Album Review: Atrocity Exhibition – Danny Brown


When Outkast released Aquemini in 1998, they announced to the world that rap was every bit as musically rich and freely weird as any other genre. That album created a blueprint that was only followed by a small number of artists after them. There has been a small handful of significant albums that could claim to be the artistic descendants of AqueminiBlazing Arrow by Blackalicious, My Beautiful Dark Twisted Fantasy by Kanye West, and To Pimp A Butterfly by Kendrick Lamar – and after today’s surprise release of Atrocity Exhibition by Danny Brown, there is a new album to add to that list.

Danny Brown is marching to his own beat on Atrocity Exhibition. There aren’t any old soul song samples, no radio hits, no Rihanna hooks, no warbled singing; there is very little on this album that a casual listener would find engaging. Therein lies the beauty, by accepting his outsider status and not simply making an album geared to propel him to Lollapalooza headliner status, Danny Brown has given himself the freedom to make music that actually demands to be listened to as art. The only track in his previous catalog that touches on the brilliance of this album is Torture from 2013’s Old.

The two different voices that Danny Brown employs, the slow and low thoughtful narrator and the hyper-spastic addict, create the ebb and flow of Atrocity Exhibition. The push and pull of these two voices cover the album with a cloud of bi-polarity. Both voices are real, both voices are honest, one brags about the party and one recounts the repercussions. Any songwriter can tell you how they feel but it takes a true artist to make you feel the way they do.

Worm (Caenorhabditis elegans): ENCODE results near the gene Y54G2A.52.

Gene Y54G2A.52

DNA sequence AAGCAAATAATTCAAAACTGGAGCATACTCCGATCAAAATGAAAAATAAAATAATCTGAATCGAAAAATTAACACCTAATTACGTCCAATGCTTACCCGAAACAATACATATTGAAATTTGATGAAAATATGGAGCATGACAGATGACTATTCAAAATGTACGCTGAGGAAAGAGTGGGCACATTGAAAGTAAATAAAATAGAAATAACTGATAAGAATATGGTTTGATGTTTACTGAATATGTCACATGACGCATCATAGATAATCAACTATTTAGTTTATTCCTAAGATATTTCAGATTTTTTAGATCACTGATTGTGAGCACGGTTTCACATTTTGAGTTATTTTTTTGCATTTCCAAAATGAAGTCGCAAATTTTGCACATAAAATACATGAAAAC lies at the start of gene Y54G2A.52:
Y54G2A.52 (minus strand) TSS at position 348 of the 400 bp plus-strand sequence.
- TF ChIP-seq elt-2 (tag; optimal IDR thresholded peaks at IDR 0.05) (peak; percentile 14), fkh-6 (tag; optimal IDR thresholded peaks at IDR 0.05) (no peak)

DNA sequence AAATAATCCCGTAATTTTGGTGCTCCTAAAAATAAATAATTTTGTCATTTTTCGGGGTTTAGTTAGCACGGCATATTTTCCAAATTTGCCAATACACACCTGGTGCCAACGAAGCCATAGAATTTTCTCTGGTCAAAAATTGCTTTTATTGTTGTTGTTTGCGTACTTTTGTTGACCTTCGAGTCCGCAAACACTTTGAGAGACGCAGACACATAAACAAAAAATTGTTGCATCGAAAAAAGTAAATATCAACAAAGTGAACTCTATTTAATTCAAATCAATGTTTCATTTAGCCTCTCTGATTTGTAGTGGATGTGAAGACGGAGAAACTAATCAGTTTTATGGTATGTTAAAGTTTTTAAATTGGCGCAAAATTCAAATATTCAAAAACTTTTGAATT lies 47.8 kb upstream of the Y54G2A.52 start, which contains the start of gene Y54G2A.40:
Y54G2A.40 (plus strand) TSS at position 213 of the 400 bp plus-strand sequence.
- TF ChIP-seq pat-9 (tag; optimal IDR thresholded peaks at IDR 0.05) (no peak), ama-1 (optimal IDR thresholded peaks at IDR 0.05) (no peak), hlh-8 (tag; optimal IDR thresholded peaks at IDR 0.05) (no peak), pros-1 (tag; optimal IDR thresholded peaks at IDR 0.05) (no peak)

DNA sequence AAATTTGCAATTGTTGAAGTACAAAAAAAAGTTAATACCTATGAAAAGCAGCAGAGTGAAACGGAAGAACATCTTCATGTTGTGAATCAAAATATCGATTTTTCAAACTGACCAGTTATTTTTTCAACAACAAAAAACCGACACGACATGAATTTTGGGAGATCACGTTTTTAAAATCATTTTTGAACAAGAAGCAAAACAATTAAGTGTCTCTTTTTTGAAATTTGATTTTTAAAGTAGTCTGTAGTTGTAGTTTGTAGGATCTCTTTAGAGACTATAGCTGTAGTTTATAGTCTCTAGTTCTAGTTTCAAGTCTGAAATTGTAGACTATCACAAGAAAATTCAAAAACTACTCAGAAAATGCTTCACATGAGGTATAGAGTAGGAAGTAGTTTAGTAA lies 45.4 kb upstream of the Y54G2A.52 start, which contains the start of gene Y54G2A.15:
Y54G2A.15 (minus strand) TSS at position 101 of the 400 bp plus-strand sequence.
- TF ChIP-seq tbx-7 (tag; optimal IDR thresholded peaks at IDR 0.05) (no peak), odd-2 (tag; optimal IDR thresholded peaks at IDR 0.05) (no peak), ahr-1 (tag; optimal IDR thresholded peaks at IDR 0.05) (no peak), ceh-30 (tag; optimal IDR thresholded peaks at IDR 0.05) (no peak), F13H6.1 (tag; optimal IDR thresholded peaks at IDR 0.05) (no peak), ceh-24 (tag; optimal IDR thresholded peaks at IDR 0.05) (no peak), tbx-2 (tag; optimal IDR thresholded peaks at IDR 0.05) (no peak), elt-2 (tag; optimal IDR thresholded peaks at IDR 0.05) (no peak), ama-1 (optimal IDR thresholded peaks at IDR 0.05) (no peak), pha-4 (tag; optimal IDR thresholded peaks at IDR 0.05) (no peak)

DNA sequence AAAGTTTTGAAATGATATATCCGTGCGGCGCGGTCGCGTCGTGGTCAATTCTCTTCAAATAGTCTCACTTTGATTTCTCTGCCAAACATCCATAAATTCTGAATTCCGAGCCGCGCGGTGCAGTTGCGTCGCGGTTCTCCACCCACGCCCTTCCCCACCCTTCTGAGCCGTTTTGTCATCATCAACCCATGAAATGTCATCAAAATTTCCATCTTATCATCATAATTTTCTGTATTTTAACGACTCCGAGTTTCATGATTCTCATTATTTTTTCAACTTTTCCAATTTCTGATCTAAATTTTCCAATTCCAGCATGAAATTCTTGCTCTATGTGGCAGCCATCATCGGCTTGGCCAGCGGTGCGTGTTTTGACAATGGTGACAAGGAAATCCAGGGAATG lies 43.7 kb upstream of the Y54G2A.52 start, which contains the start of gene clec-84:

I saw Danny Brown at SXSW in 2012 at Mohawk, sandwiched between Youth Lagoon and The War On Drugs. Needless to say, most of the crowd wasn’t really there to see him. It took him all of three seconds to win that whole crowd over. He came out with insane hair, shorts, and cowboy boots and he took command of the stage and went against any sort of preconceived notion of what a rap show could be. It was absolute punk. By that same token, Atrocity Exhibition is absolutely punk. It isn’t any one thing and it certainly isn’t anything you expect. The lead single, When It Rain, begs for heavy driving bass and it holds anything resembling a low-end out until the song is half over. Dance In The Water is one of the best dance/world-trance/rock songs ever released. Get Hi is an uplifting choral song featuring B-Real that explains, in the sunniest way possible, why sometimes you just need to get high in order to mentally survive. Tell Me What I Don’t Know has one of the most effective percussion tracks I’ve heard this side of a Tool album. The album is so incredibly random and all over the board but in the very best way possible. This album wasn’t made for anyone other than Danny Brown and, ultimately, that’s what makes the album so thrilling. It is rap, hip-hop, indie, and punk all rolled into one messy little package that is one of the best albums of the year.